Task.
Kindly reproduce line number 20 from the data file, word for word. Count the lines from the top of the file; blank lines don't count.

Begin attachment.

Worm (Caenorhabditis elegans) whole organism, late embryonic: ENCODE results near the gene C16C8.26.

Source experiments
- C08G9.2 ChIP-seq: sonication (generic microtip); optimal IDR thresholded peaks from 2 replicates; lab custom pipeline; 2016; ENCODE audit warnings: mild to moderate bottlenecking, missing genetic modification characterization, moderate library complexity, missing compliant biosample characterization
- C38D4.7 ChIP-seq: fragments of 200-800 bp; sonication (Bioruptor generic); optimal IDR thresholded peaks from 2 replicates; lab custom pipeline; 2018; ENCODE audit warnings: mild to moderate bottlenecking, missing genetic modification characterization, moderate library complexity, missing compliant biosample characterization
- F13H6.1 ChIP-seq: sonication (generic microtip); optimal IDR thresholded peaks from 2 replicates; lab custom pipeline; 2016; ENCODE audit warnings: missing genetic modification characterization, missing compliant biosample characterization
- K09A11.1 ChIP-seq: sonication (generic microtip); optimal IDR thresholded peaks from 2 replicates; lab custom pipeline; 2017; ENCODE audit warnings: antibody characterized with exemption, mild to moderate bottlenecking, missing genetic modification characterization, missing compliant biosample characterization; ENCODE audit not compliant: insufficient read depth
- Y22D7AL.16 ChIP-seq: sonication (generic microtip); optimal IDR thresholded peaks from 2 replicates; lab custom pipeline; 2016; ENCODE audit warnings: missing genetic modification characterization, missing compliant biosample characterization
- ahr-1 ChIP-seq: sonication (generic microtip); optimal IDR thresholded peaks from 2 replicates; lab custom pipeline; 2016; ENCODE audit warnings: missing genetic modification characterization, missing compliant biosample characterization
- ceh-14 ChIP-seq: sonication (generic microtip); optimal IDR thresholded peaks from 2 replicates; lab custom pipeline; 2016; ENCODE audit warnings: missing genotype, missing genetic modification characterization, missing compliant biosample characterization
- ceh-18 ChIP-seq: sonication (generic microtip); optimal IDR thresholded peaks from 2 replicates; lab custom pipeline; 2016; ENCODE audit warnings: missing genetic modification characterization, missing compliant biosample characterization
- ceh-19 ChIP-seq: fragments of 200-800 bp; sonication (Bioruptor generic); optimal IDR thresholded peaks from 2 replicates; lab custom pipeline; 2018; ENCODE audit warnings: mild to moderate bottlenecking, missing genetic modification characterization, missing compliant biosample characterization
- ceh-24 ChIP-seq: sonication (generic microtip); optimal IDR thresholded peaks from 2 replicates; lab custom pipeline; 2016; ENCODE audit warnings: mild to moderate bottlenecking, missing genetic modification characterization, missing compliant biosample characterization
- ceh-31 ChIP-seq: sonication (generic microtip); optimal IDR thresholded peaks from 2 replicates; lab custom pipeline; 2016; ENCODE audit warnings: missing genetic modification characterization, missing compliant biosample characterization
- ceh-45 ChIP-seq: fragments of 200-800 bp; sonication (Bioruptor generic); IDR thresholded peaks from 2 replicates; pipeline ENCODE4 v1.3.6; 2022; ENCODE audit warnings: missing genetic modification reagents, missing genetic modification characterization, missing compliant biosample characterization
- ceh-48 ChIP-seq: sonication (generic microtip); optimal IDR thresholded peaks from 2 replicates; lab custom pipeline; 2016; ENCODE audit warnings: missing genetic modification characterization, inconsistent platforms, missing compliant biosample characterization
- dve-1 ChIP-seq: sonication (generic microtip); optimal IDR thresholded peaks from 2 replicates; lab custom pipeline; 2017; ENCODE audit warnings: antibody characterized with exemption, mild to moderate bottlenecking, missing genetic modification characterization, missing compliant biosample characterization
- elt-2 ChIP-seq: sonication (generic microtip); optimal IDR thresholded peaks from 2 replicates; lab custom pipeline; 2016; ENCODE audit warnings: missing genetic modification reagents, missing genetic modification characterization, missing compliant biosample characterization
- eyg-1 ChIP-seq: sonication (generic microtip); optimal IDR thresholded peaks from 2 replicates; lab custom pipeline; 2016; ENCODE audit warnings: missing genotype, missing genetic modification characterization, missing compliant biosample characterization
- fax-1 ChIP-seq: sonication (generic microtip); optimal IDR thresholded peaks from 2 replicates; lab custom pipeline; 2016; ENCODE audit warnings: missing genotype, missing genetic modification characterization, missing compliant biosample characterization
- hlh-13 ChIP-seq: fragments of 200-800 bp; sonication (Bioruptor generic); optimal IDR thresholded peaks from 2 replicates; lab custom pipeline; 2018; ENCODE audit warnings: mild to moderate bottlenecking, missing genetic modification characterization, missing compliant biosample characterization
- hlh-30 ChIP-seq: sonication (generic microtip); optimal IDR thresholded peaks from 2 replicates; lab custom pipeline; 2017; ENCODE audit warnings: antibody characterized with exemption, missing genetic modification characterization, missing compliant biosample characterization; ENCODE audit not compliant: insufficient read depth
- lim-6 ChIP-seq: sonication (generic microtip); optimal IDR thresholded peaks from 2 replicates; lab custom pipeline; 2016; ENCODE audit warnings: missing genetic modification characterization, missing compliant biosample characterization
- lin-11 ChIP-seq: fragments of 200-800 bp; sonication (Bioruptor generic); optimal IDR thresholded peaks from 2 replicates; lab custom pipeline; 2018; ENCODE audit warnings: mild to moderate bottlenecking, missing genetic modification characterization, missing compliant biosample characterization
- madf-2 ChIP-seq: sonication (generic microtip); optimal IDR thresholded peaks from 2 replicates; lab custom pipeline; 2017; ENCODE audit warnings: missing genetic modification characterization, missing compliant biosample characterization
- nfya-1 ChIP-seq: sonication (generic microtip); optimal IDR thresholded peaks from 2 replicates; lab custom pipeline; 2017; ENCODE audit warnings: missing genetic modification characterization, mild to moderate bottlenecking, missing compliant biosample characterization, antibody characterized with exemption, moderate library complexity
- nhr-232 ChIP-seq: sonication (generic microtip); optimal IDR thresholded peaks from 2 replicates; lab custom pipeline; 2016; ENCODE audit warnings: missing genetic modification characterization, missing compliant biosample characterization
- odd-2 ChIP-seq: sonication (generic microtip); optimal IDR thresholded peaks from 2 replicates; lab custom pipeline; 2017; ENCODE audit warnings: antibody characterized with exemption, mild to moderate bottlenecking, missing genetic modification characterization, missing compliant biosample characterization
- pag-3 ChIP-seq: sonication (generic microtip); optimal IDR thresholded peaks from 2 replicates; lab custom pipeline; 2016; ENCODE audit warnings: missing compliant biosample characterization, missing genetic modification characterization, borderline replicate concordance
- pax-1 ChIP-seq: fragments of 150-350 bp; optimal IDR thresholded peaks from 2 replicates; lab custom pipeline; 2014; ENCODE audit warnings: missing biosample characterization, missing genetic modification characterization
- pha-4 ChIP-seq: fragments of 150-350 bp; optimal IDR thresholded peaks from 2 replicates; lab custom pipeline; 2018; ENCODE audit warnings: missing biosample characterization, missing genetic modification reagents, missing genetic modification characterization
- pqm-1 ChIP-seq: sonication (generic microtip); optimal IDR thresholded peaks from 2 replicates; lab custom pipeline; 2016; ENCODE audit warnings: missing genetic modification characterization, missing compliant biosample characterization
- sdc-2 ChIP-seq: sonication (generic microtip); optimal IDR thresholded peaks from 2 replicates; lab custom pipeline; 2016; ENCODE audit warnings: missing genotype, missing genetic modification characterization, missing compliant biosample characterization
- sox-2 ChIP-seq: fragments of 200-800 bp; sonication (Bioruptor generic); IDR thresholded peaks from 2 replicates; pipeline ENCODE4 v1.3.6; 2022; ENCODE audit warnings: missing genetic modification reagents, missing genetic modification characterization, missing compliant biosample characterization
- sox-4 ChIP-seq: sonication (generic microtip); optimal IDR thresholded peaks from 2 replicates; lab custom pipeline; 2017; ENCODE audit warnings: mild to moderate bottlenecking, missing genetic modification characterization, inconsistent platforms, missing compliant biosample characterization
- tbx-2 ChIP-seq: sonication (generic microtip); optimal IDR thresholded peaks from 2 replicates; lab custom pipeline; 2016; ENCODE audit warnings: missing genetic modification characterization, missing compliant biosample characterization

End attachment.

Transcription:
- hlh-13 ChIP-seq: fragments of 200-800 bp; sonication (Bioruptor generic); optimal IDR thresholded peaks from 2 replicates; lab custom pipeline; 2018; ENCODE audit warnings: mild to moderate bottlenecking, missing genetic modification characterization, missing compliant biosample characterization